9th Experimental Archaeology Conference poster – Clerbaut

Roman ceramic building materials (CBMs) as “petrified” witnesses of technical knowhow: an experimental and archaeological approach.’ 

Tim Clerbaut

Ghent University

Roman ceramic building materials (CBMs) are an important new innovation within building traditions from Roman times onward. The production, distribution and use of these ceramic materials in the Roman North is currently the subject of an ongoing PhD-research at Ghent University (Belgium).

Within this research, EXPERIMENTAL ARCHAEOLOGICAL RESEARCH is a valuable source of information into the technical production of different forms of CBMs throughout the Roman period. Only by these EXPERIMENTS and detailed study of archaeological objects it is possible to reconstruct ancient SKILLS and TECHNOLOGICAL KNOWLEDGE needed to produce these items at a large and semi-industrial way. Key in this research is to recognize different production methods based on available TOOL and PRODUCTION MARKS.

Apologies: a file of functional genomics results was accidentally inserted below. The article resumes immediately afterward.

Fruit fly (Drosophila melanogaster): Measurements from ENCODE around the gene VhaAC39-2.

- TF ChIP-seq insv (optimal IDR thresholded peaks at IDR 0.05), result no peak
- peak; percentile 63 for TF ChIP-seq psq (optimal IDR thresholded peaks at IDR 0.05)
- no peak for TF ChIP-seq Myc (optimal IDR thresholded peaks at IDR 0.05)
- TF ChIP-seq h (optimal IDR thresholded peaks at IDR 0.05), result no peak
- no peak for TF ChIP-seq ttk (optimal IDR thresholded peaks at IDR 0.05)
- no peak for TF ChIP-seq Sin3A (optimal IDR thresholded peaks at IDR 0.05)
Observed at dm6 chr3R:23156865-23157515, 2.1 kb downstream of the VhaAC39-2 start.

In this paper, the first promising results and methodology will be presented, focusing on the retrieved EXPERIMENTAL DATA and their ARCHAEOLOGICAL IMPLICATIONS. As a case study, the production of box tiles (tubuli) will be presented in more detail.

Brandl & Federhofer 2010. Römische Ziegel, Ton + Technik, Publikationen von Limesmuseum Aalen, 2010.

Warry 2006. Tegulae, Manufacture, typology and use in Roman Britain, BAR British Series, 417, 2006, Oxford

Ulrich & Quenemoen 2014. A Companion to Roman Architecture, John Wiley & Sons, Blackwell Publishing, 2014



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